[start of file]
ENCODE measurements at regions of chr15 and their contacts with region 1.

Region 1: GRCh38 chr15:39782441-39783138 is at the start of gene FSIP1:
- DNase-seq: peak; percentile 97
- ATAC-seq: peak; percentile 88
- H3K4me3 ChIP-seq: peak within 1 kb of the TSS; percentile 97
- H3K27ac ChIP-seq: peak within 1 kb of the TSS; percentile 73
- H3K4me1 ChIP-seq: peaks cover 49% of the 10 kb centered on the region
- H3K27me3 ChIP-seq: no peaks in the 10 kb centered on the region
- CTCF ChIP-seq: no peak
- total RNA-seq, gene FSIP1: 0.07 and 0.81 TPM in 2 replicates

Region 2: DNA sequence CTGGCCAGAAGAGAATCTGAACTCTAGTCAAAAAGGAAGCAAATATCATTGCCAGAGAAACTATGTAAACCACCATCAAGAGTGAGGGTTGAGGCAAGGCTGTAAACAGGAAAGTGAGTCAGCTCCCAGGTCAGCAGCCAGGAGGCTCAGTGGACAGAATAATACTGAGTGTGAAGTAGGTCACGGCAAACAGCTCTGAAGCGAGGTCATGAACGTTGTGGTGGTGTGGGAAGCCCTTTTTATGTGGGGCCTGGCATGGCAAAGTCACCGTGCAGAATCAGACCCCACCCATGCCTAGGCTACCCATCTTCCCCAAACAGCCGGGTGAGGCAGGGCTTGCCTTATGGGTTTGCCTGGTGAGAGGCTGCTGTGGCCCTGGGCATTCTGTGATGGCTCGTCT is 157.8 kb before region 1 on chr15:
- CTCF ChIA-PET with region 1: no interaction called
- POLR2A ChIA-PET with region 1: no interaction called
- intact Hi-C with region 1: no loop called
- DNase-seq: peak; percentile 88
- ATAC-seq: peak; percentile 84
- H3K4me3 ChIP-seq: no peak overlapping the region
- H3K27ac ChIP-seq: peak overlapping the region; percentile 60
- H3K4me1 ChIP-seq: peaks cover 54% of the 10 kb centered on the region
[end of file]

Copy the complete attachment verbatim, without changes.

ENCODE measurements at regions of chr15 and their contacts with region 1.

Region 1: GRCh38 chr15:39782441-39783138 is at the start of gene FSIP1:
- DNase-seq: peak; percentile 97
- ATAC-seq: peak; percentile 88
- H3K4me3 ChIP-seq: peak within 1 kb of the TSS; percentile 97
- H3K27ac ChIP-seq: peak within 1 kb of the TSS; percentile 73
- H3K4me1 ChIP-seq: peaks cover 49% of the 10 kb centered on the region
- H3K27me3 ChIP-seq: no peaks in the 10 kb centered on the region
- CTCF ChIP-seq: no peak
- total RNA-seq, gene FSIP1: 0.07 and 0.81 TPM in 2 replicates

Region 2: DNA sequence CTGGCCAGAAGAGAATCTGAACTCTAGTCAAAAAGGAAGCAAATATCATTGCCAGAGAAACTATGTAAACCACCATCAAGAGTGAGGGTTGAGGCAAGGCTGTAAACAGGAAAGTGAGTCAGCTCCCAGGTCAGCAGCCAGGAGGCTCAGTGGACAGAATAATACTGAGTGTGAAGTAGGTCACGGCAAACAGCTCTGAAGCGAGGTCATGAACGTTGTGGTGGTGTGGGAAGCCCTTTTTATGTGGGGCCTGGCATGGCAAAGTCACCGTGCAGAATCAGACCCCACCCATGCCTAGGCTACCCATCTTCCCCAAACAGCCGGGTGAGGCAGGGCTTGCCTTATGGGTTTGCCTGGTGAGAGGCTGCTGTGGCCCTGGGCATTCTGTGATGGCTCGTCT is 157.8 kb before region 1 on chr15:
- CTCF ChIA-PET with region 1: no interaction called
- POLR2A ChIA-PET with region 1: no interaction called
- intact Hi-C with region 1: no loop called
- DNase-seq: peak; percentile 88
- ATAC-seq: peak; percentile 84
- H3K4me3 ChIP-seq: no peak overlapping the region
- H3K27ac ChIP-seq: peak overlapping the region; percentile 60
- H3K4me1 ChIP-seq: peaks cover 54% of the 10 kb centered on the region